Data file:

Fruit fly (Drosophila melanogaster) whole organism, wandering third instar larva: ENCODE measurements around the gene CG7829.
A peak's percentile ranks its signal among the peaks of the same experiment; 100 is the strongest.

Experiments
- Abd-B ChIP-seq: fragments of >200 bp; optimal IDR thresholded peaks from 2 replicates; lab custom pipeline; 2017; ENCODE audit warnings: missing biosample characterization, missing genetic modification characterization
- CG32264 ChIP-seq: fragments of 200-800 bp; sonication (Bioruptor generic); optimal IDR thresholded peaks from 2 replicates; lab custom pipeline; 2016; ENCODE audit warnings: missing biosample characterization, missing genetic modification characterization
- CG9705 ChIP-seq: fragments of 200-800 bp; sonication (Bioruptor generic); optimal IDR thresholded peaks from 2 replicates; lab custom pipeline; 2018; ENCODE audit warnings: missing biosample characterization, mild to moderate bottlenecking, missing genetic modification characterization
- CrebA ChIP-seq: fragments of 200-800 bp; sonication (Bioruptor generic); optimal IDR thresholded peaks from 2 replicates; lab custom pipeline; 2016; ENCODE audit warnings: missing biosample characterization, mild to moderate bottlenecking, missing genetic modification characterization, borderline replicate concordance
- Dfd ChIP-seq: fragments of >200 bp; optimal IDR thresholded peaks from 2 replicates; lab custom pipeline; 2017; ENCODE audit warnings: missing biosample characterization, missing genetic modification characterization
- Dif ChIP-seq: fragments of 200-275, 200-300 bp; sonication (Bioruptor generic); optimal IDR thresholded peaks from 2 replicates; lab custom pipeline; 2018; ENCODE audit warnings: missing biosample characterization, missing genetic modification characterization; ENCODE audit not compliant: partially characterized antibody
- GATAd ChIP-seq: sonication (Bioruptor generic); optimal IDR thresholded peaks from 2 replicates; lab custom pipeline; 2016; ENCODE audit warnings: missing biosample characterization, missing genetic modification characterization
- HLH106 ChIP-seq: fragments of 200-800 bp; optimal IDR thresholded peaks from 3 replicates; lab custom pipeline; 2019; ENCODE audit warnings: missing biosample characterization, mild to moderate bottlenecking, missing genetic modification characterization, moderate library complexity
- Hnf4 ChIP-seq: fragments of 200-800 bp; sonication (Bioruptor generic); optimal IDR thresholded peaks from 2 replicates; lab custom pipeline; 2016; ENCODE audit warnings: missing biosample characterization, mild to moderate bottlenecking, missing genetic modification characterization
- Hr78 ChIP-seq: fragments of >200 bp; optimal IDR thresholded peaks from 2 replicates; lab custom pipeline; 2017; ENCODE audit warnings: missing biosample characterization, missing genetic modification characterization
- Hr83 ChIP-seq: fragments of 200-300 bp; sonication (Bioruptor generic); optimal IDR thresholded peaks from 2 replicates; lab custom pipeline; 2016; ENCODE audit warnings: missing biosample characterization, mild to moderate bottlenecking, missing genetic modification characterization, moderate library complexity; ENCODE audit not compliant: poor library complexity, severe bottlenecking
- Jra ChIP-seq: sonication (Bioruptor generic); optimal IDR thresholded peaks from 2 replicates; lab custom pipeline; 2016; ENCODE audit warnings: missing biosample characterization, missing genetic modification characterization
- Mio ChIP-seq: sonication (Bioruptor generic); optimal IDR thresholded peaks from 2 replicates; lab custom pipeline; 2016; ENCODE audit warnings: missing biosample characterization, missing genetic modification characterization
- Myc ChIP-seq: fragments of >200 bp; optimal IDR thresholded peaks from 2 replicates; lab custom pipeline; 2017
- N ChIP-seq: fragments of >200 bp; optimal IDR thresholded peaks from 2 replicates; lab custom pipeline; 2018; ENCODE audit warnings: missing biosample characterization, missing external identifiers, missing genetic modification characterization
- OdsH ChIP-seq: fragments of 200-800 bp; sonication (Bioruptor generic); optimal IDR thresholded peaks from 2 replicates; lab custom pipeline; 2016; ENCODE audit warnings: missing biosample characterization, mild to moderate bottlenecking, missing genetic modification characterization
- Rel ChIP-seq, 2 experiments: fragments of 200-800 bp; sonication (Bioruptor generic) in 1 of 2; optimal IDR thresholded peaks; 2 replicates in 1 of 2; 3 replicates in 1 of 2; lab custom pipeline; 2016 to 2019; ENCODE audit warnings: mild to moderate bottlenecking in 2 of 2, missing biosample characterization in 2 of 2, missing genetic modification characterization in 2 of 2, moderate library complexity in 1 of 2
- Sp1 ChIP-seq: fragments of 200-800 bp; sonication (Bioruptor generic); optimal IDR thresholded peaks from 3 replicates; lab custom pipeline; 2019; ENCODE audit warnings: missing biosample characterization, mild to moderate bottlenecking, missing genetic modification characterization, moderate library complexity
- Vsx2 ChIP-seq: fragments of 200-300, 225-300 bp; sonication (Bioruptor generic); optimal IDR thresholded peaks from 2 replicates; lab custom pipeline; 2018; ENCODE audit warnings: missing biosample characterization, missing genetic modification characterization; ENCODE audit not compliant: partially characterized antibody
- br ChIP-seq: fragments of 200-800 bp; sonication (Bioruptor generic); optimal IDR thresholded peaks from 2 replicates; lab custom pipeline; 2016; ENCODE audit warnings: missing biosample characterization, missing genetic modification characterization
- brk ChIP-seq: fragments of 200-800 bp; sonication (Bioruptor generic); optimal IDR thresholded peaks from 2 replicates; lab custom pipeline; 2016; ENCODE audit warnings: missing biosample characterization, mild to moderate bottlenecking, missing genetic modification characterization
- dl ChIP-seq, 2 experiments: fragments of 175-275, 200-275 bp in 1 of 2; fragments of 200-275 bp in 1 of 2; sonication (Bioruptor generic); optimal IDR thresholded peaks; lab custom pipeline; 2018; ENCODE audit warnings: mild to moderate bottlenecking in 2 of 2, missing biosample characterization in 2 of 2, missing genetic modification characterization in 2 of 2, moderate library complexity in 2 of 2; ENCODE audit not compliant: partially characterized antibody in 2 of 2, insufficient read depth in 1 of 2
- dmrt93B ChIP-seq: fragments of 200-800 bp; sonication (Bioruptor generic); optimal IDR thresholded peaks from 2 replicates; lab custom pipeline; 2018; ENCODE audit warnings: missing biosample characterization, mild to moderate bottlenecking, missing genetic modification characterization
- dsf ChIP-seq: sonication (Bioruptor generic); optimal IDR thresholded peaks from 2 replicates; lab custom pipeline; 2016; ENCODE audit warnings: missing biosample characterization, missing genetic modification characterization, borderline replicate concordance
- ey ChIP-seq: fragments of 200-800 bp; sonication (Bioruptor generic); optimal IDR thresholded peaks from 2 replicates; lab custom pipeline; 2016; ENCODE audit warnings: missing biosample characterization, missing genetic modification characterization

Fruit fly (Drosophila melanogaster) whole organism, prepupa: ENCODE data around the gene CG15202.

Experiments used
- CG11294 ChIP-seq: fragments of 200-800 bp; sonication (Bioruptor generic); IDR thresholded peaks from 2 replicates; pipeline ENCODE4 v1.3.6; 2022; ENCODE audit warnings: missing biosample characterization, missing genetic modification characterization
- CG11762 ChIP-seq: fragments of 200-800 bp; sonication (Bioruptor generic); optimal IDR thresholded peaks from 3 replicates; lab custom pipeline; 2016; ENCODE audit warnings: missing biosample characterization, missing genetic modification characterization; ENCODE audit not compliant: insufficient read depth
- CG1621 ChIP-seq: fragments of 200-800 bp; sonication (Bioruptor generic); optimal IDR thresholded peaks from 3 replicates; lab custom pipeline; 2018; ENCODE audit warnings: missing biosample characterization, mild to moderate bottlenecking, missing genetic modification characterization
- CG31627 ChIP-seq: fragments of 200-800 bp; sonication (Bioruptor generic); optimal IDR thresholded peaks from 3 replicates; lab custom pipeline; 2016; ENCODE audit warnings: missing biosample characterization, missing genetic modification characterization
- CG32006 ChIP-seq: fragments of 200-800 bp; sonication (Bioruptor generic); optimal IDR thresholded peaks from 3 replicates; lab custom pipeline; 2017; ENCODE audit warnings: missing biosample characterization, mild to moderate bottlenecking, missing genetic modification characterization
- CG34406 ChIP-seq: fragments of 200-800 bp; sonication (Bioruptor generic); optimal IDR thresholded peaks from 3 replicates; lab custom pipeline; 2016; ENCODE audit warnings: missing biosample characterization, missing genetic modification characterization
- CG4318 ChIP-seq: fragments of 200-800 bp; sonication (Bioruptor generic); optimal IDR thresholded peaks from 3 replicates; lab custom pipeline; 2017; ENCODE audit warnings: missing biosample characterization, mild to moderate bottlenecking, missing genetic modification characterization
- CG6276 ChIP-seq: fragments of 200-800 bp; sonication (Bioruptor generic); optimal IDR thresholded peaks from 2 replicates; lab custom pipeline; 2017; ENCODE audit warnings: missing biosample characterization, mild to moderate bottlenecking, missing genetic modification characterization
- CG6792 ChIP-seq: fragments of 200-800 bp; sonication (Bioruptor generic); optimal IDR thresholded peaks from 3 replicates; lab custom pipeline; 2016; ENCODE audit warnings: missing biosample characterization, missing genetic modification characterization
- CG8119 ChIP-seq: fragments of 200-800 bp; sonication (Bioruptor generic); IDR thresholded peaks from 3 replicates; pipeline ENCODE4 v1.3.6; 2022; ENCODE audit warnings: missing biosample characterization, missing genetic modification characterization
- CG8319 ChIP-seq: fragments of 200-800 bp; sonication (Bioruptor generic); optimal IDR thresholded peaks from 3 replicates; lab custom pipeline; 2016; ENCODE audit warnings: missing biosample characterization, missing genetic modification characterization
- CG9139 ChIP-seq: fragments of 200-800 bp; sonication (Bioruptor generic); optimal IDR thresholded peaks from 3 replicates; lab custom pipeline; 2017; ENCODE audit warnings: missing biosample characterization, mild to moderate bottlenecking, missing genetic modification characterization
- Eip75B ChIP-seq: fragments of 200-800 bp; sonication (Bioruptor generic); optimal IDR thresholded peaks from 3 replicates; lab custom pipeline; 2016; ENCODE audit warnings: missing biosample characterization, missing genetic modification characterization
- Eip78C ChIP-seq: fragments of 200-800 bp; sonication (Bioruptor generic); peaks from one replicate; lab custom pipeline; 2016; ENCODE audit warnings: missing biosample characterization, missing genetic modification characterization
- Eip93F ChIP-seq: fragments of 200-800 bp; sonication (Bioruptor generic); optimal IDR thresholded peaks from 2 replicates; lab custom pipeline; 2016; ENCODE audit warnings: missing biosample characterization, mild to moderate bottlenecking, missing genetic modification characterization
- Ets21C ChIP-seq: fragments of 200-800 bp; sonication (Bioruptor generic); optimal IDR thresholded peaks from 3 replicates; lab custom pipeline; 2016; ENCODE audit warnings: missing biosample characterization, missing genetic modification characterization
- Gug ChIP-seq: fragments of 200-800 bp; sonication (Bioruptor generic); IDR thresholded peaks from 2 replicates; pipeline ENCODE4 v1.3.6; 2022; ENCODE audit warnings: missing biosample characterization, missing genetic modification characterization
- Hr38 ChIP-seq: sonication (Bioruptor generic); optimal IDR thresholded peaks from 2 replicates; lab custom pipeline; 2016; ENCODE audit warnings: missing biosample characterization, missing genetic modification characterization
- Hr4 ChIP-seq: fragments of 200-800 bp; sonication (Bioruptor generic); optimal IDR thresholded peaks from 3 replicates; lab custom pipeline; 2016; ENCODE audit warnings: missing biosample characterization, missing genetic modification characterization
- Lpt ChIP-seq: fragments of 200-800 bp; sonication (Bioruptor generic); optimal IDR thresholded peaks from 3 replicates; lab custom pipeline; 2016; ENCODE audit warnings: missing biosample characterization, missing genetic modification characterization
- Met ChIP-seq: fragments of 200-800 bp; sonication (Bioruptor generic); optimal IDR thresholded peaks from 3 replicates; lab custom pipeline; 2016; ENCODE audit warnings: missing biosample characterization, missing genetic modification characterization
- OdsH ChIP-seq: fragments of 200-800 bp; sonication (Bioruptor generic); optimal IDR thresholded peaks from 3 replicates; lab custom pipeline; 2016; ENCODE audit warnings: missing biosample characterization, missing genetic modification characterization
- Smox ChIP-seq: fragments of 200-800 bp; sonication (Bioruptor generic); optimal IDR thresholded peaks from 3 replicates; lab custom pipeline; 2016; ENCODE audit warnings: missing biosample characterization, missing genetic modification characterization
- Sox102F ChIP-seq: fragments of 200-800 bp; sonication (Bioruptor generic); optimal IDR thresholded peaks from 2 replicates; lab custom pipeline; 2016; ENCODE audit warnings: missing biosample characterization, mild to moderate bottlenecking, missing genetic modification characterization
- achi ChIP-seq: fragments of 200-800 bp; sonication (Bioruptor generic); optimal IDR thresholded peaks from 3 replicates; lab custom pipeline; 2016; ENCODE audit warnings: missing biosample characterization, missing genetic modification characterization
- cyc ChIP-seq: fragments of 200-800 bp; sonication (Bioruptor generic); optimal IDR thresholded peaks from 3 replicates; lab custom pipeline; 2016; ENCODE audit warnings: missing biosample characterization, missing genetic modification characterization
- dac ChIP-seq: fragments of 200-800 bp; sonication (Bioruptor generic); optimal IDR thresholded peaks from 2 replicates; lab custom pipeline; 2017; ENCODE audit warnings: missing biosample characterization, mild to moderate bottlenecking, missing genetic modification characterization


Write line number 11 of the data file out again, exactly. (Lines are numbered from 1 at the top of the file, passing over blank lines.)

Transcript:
- HLH106 ChIP-seq: fragments of 200-800 bp; optimal IDR thresholded peaks from 3 replicates; lab custom pipeline; 2019; ENCODE audit warnings: missing biosample characterization, mild to moderate bottlenecking, missing genetic modification characterization, moderate library complexity